La Scala’s music director has rejected a demand from the Ukrainian consulate to cancel Musorgsky’s opera Boris Godunov on the grounds that it served Russian propaganda.
Chailly said: ‘We are all with Ukraine waiting for the conflict to end, but politics and its consequences cannot be coercive for culture… Pushkin and Musorgsky are elements that created the art and music of the nineteenth century. Touching them would be like doing the same to Dante or Shakespeare. Boris Godunov is a work that tells of a character who will pay a price for the murder committed to reach power, first with madness and then with death. When you see the opera, in the interesting direction of Kasper Holten, you will realize that there is no propaganda for Putin.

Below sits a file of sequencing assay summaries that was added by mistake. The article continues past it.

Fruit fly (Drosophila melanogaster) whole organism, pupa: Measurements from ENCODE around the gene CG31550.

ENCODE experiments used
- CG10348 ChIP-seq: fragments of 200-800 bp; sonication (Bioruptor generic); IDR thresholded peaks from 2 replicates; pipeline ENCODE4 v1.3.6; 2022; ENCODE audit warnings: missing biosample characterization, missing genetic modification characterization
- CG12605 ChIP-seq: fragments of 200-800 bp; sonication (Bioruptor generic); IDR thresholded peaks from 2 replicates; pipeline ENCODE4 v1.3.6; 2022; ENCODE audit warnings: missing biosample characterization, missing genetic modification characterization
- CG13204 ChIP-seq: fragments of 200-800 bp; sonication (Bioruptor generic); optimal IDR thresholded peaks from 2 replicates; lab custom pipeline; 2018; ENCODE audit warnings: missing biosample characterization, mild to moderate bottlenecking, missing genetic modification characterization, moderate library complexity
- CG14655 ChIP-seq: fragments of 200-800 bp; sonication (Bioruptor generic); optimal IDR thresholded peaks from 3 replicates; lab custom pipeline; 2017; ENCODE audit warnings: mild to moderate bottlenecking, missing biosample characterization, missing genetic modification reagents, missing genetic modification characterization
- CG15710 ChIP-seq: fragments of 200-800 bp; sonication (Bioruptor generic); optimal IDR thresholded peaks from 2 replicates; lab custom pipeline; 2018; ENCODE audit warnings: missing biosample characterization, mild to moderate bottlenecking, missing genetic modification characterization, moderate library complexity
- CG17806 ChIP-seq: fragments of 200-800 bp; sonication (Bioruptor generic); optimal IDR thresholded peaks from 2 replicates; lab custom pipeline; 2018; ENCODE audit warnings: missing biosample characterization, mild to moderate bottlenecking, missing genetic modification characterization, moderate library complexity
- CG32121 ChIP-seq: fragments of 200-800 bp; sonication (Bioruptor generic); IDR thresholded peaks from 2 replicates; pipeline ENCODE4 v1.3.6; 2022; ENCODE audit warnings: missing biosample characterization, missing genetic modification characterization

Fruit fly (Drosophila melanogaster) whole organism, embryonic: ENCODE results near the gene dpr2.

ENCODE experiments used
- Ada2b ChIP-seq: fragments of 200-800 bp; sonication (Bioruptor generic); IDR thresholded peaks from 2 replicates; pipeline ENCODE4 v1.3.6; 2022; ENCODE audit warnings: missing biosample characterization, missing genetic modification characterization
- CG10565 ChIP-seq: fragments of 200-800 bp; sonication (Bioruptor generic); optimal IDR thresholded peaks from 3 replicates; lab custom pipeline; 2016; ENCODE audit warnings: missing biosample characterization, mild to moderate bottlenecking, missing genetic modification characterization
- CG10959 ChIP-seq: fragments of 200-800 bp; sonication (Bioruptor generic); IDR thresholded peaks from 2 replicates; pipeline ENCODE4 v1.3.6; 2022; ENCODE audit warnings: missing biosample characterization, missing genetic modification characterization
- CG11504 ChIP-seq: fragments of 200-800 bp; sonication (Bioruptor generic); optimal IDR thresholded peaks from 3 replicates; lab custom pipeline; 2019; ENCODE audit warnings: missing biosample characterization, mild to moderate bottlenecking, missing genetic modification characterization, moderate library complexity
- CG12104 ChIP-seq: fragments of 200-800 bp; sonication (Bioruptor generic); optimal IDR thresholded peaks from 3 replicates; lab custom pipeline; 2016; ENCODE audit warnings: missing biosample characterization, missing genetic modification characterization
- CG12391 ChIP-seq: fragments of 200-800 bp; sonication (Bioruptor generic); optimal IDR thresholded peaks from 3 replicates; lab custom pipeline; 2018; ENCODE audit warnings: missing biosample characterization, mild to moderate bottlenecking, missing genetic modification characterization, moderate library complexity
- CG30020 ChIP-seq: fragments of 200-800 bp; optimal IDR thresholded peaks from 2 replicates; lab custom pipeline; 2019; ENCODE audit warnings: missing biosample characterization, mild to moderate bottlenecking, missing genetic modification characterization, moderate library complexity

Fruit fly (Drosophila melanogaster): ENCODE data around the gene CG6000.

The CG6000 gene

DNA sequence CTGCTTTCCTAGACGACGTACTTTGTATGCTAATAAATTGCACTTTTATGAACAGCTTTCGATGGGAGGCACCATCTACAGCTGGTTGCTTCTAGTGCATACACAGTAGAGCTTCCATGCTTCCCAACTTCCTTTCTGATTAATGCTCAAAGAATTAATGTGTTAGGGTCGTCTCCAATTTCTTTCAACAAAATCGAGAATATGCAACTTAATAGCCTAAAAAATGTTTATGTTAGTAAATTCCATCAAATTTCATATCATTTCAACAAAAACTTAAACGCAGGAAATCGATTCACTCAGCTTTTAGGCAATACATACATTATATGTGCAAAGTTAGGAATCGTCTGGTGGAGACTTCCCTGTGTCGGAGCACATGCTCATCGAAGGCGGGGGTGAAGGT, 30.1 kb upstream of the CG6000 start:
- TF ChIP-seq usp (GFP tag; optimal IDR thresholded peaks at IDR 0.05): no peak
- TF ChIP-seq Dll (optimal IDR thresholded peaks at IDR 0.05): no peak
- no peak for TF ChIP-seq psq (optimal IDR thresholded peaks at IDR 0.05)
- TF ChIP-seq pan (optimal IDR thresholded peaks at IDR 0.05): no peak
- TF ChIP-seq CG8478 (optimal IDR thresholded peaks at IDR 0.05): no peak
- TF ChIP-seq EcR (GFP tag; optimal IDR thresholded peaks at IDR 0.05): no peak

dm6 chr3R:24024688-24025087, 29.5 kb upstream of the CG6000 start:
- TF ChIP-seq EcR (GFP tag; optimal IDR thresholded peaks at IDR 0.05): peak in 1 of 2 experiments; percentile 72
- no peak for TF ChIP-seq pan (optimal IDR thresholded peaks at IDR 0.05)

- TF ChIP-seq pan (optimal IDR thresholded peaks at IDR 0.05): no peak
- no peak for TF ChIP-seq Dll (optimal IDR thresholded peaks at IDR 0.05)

‘A month after the start of the war, with one hundred musicians and an international cast we took the stage to express the participation of the theatre in defense of Ukraine. On 4 April we conducted Rossini’s “Stabat Mater” and that Amen, In sempiterna saecula was the Milanese cry of pain against the war. An evening without fees and with the funds raised (380 thousand euros ed) in favour of Ukrainian refugees. To remove a masterpiece from listening, which ends with the madness and death of the Tsar, is to penalize culture. The idea is to link “Macbeth” with “Boris”, linking them to the abuse of power that consumes and leads to madness. Do we want to abolish Shakespeare? In January we will perform Tchaikovsky, then a concert for the 70th anniversary of the death of Prokofiev, a Ukrainian genius. There is a lack of objectivity with respect to art. Art must not pay for the destruction of what has happened since February 24th.’